1964 Topps #167
Topps debuted Piniella as a 20 year-old Washington Senator Rookie Star with Mike Brumley, after they selected Lou in their 1st year draft. (They made a "city swap" with Minnesota that year, so Washington was technically the expansion team.) He appeared in 4 games, had 1 at-bat, and returned to the minors for 4 years.
1968 Topps #16
This second Rookie Stars card was a homecoming of sorts, as Cleveland originally signed 18 year-old Lou in 1962. They reacquired him in a 1966 trade and he played in a half-dozen 1968 games.
1969 Topps #394
The Pilots drafted Lou away from the Indians in late 1968, but shipped him to Kansas City on April 1, 1969, becoming the first of Seattle's many regrettable trades. Here's a clip of what SportsEcyclopedia.com had to say.
"Spring Training 1969: In a sign that the Pilots were doomed for failure Lou Piniella a 26-year-old rookie is traded at the end of spring training. Piniella was sent down a few weeks earlier despite having strong numbers in spring games. The problem was that Pilots manager Joe Schultz did not like Piniella, who was set to make $175, 000. The Pilots did not want to pay him so they got rid of him. Piniella would end up with the American League's other 1969 expansion team the Kansas City Royals, and he would win that year's Rookie of the Year."
It's unusual for players to appear on three different Topps multi-player cards, but not unique. 1960s prospect Bill Davis shared space on a card FIVE TIMES, one per year from 1965 to 1969. Check out more details (and scans) at "Hope Springs Eternal" from the blog 1207 Consecutive Games.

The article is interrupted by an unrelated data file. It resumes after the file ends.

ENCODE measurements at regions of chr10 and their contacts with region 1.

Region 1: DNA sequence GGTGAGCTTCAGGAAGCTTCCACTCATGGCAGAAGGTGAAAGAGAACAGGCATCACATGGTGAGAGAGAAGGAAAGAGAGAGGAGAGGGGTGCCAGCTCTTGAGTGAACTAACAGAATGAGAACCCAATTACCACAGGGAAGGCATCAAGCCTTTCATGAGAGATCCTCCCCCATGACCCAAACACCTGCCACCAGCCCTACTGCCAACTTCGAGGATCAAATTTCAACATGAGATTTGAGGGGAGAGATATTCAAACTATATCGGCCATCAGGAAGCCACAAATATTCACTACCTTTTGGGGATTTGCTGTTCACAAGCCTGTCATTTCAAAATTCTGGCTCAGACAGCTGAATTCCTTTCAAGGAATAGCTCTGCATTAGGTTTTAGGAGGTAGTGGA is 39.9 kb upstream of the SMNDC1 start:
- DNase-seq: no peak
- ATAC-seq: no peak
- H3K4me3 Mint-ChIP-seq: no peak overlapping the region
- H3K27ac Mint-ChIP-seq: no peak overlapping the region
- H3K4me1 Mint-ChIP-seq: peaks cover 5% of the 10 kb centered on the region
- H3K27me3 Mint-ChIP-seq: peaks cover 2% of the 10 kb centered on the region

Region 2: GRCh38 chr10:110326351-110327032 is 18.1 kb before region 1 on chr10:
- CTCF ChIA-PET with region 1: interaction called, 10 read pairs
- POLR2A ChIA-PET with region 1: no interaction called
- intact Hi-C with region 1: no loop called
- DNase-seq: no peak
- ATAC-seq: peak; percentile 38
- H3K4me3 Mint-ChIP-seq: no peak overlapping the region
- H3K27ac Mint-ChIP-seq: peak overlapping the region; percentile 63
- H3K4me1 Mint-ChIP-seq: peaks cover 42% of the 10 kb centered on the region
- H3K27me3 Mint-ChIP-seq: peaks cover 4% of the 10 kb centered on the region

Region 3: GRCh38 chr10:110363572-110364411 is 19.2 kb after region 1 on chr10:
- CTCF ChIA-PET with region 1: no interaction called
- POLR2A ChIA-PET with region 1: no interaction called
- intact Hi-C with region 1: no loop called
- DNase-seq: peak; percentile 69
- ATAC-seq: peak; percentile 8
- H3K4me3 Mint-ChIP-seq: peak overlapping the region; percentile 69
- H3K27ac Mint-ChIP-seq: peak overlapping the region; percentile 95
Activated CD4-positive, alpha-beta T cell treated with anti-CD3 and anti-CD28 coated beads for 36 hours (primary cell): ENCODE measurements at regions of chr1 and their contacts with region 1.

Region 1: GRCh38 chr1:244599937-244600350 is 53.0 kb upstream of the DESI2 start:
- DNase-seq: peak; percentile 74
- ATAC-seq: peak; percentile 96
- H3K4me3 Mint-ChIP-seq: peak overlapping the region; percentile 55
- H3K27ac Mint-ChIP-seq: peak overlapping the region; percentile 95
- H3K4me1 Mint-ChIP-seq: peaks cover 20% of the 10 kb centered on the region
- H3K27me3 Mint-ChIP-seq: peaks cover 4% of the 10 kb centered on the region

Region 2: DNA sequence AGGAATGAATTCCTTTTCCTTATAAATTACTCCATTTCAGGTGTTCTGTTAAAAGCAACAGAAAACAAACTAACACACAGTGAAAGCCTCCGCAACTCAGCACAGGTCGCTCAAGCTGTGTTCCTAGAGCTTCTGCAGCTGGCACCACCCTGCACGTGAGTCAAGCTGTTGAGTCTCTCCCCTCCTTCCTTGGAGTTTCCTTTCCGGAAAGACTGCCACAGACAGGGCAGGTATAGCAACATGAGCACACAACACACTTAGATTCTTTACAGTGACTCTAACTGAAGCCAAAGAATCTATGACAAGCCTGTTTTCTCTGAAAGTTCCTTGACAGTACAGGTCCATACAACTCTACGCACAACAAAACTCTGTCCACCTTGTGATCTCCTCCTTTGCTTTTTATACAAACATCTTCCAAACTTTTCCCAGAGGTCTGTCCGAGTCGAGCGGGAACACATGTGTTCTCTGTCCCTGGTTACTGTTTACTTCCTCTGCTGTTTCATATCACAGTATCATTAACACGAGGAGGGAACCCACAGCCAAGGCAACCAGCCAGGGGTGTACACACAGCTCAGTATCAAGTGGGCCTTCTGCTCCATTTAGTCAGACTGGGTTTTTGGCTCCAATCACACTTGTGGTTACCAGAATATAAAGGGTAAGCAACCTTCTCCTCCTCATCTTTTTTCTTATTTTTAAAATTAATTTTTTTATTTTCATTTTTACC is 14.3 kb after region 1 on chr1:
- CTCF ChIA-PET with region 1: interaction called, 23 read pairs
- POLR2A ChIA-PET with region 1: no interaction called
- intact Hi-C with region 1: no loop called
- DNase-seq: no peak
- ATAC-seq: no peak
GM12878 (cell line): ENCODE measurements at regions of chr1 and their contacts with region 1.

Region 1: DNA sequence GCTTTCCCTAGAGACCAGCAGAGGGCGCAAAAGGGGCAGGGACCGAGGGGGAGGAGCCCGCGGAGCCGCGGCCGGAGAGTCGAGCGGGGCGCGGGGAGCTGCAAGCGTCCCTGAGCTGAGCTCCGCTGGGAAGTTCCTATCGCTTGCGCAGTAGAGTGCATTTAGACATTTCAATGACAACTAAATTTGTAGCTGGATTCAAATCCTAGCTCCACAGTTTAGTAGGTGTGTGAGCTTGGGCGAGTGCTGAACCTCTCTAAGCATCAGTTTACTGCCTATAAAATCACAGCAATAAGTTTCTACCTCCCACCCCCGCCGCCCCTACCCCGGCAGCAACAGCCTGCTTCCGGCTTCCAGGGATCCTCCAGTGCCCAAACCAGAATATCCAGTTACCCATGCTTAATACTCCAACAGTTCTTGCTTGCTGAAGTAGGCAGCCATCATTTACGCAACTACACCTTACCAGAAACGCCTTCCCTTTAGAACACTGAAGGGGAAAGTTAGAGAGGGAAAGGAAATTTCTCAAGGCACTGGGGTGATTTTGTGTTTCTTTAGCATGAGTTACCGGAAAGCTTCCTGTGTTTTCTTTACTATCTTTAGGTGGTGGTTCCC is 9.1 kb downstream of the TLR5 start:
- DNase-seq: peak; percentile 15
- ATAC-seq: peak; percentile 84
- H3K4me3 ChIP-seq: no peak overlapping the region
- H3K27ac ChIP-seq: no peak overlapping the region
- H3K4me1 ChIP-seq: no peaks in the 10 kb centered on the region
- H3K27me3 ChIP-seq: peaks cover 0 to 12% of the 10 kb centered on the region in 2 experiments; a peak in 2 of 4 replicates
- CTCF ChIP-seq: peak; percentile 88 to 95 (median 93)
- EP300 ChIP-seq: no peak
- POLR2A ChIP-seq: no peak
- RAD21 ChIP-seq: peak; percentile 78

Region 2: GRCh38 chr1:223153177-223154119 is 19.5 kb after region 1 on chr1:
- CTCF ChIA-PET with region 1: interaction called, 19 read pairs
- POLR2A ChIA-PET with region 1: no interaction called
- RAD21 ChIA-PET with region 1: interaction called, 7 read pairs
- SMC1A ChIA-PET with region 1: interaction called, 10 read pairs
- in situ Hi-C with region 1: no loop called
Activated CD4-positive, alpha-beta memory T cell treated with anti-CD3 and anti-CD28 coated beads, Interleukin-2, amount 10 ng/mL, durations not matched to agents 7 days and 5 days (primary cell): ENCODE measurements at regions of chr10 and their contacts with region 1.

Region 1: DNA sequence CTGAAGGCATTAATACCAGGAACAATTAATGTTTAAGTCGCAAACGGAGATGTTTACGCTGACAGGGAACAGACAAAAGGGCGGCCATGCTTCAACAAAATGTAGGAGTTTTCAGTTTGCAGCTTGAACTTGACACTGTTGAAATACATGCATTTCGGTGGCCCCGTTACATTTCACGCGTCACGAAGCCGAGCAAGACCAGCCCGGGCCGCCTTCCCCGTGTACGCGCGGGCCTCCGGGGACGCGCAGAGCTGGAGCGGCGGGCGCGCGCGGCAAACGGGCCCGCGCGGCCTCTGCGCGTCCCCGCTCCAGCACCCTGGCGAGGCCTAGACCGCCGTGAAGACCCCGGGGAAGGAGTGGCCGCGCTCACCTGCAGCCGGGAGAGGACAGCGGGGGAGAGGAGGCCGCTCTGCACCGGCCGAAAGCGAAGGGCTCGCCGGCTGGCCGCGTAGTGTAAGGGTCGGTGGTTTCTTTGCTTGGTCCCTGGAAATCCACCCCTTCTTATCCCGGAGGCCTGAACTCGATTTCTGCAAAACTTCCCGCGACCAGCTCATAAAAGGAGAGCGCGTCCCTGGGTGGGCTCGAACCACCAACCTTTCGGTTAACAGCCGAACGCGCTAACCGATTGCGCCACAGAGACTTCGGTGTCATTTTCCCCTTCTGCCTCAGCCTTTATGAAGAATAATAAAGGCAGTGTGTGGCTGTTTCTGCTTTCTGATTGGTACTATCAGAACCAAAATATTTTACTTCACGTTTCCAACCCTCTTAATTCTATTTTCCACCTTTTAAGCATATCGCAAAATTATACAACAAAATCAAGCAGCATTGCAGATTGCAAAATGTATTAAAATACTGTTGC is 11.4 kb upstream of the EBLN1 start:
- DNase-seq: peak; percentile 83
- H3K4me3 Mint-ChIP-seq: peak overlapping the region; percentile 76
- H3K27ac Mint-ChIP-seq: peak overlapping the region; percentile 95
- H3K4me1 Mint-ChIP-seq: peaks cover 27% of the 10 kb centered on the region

1970 Topps #321
Love those oversized rookie trophies! While Topps gave them to one player for each position, Piniella also took home the real one. (At the time, it was the Comiskey Memorial Award, since renamed to honor its first winner, Jackie Robinson.)
Compare Lou's hairstyle to the 1970 Topps Super set below. These photos came at least a year apart and probably more; "Super" Lou looks a lot younger and much more tan. A spring training shot from Florida, perhaps?
1970 Topps Super #32
Not many gents accomplished what Lou did, as player and (especially) manager. Here's hoping he can relax equally well and hey--happy 67th birthday next weekend!
Great post! It gives me a different look at the "Sweet Lou" I loved from his Yankee days in the late 70's
Thanks! I had to give Lou his due and those multi-card Rookie Stars seemed like just the way to do it. As both player and manager, he suited up for a lot of different franchises!
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